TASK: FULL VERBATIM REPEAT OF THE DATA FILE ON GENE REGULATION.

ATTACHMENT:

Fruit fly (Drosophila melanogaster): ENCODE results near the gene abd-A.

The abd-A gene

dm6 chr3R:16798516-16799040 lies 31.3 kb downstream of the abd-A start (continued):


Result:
Fruit fly (Drosophila melanogaster): ENCODE results near the gene abd-A.

The abd-A gene

dm6 chr3R:16798516-16799040 lies 31.3 kb downstream of the abd-A start (continued):